Human Trafficking: The Return of an Ancient Malaise

In mid-April, the world heard the news that the terrorist group Boko Haram had abducted more than 300 Nigerian school girls. Shortly afterward, a video of the group’s leader revealed his plans: “I will sell them in the market….There is a market for selling humans.”

Armed conflicts, kidnappings and terrorism have unfortunately become regular news, but “selling humans” is a concept alien to most in the Western world. Boko Haram’s announcement that it will sell the girls reminds us of a dreaded disease for which we found the cure long ago. Unfortunately human trafficking, together with its corresponding cruel and unfair treatment of people, has flared again from embers we thought were cold and dead. It will take the vigilance of a civilized public and its law enforcement community to stamp out the blaze and keep the future of humanity on the right path.

In late 2000, as part of the Convention against Transnational Organized Crime (the Palermo Convention), the United Nations adopted the Protocol to Prevent, Suppress and Punish Trafficking in Persons, Especially Women and Children. In October 2000, the United States passed the Trafficking Victims Protection Act (TVPA), making it easier for authorities in the U.S. to prosecute traffickers and help victims.

The TVPA defines severe forms of trafficking as either: a) sex trafficking in which a commercial sex act is induced by force, fraud or coercion, or in which the person induced to perform such an act has not attained 18 years of age; or b) the recruitment, harboring, transportation, provision, or obtaining of a person for labor or services, through the use of force, fraud or coercion for the purpose of subjection to involuntary servitude, peonage, debt bondage or slavery.

Human trafficking takes place all over the world, including in the U.S. The State Department estimates that of the more than 27 million people currently enslaved, 75% are sexually exploited and most of the remaining people are subjected to other types of bondage, including forced labor, bonded labor, involuntary domestic servitude and debt bondage. Enslaved people work on farms, in restaurants, hotels, nail salons, shops, factories, slaughterhouses, brothels and in domestic situations in private homes. They live in large cities, small towns, suburban neighborhoods and rural areas. The FBI notes that human sex trafficking and sex slavery happen throughout the U.S., right in citizens’ backyards, including those in upscale neighborhoods right in our nation’s Capitol. According to a 2013 Congressional Research Service Report cited by NBC News, as many as 100,000 U.S. children may be victims of domestic human trafficking. The report also estimates that traffickers bring about 17,500 victims into the U.S. each year. Polaris Project CEO Bradley Myles noted in an interview with NBC News: “The average American should understand that human trafficking is much larger and more prevalent than most people realize, and they may come across human trafficking in their daily lives.”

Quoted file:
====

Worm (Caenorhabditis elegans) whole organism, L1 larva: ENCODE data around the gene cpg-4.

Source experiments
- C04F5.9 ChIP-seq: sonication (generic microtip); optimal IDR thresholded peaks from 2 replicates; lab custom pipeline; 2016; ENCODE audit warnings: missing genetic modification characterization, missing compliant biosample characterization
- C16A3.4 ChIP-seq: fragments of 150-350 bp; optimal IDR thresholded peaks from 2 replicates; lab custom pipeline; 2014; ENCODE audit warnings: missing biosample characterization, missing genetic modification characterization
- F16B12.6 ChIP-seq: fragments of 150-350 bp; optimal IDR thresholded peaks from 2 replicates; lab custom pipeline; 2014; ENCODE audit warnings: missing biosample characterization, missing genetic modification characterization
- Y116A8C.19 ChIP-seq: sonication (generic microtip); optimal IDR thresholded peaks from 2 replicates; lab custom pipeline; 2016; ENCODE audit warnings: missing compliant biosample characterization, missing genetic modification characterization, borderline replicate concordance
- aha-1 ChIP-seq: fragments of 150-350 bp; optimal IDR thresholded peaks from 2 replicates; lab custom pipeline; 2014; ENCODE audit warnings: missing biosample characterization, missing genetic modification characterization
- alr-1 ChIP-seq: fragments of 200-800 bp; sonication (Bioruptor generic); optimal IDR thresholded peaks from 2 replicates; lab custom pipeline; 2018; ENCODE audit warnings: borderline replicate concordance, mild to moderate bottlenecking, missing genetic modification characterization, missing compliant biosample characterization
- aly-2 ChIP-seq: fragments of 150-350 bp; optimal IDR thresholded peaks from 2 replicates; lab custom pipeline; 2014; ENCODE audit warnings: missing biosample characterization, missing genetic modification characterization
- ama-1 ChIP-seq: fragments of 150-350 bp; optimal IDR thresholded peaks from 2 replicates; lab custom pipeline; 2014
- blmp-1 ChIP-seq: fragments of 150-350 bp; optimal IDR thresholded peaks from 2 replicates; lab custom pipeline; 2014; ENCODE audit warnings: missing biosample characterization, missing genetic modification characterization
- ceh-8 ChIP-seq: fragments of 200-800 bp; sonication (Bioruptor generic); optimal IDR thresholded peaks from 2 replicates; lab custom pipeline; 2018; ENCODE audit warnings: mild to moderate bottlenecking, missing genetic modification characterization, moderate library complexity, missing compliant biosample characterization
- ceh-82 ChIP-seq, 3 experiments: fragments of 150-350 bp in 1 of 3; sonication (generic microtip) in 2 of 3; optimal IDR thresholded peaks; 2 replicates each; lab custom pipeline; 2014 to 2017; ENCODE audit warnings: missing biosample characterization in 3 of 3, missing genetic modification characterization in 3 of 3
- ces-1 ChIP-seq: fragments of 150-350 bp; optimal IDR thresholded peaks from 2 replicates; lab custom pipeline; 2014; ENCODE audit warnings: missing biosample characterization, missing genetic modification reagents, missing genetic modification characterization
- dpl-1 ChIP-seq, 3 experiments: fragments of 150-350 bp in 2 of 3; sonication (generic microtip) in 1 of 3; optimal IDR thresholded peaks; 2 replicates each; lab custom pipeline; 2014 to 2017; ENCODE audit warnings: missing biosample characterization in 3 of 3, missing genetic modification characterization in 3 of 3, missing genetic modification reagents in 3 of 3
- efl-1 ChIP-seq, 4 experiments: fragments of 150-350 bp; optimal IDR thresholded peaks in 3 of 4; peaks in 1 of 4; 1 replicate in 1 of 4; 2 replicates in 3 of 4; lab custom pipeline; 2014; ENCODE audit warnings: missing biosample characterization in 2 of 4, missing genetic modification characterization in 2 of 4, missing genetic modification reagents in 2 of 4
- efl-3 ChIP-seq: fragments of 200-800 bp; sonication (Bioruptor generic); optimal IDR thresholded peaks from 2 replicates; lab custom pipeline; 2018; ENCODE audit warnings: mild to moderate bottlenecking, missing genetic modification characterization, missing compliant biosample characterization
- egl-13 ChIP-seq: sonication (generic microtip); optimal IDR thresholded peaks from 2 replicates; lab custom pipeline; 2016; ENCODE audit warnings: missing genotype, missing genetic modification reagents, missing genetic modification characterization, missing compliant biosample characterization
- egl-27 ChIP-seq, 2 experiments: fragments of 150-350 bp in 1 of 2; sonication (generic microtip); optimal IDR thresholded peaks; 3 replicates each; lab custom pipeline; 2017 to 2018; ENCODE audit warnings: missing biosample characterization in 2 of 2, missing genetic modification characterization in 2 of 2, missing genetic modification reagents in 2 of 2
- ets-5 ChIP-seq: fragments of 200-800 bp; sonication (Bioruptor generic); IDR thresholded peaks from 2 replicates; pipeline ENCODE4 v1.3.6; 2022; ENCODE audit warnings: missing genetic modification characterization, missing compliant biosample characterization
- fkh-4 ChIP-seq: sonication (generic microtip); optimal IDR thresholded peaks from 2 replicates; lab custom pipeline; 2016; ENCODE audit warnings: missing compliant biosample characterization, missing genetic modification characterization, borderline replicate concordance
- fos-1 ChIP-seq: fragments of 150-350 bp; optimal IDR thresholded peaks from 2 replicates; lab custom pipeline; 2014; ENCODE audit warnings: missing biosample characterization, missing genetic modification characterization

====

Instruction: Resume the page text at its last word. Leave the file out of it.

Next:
According to the U.S. Dept. of Health and Human Services, the trafficking of human beings is tied with arms dealing as the second largest criminal industry in the world, and is the fastest growing. The National Human Trafficking Resource Center estimates that human trafficking is a $32 billion industry, with half of this money coming from industrialized countries. Those profiting from it include organized criminal groups, terrorist groups, and individuals who prey on the most vulnerable people. In some cases, a cruel cycle exists where terrorists kidnap victims during armed conflicts and sell them to fund future attacks and additional kidnappings.

Human trafficking represents a real and present threat to Homeland Security. In addition to the multi-billion dollar enterprise supporting terrorist efforts, the exploitation of humans for terrorist activities including suicide bombings is well documented. It is obvious that the UN is incapable of properly thwarting the influx of individuals brought to the US against their will. The Department of Homeland Security, through its various sub-components, should become the primary federal agency tasked with monitoring and halting human trafficking in the US.

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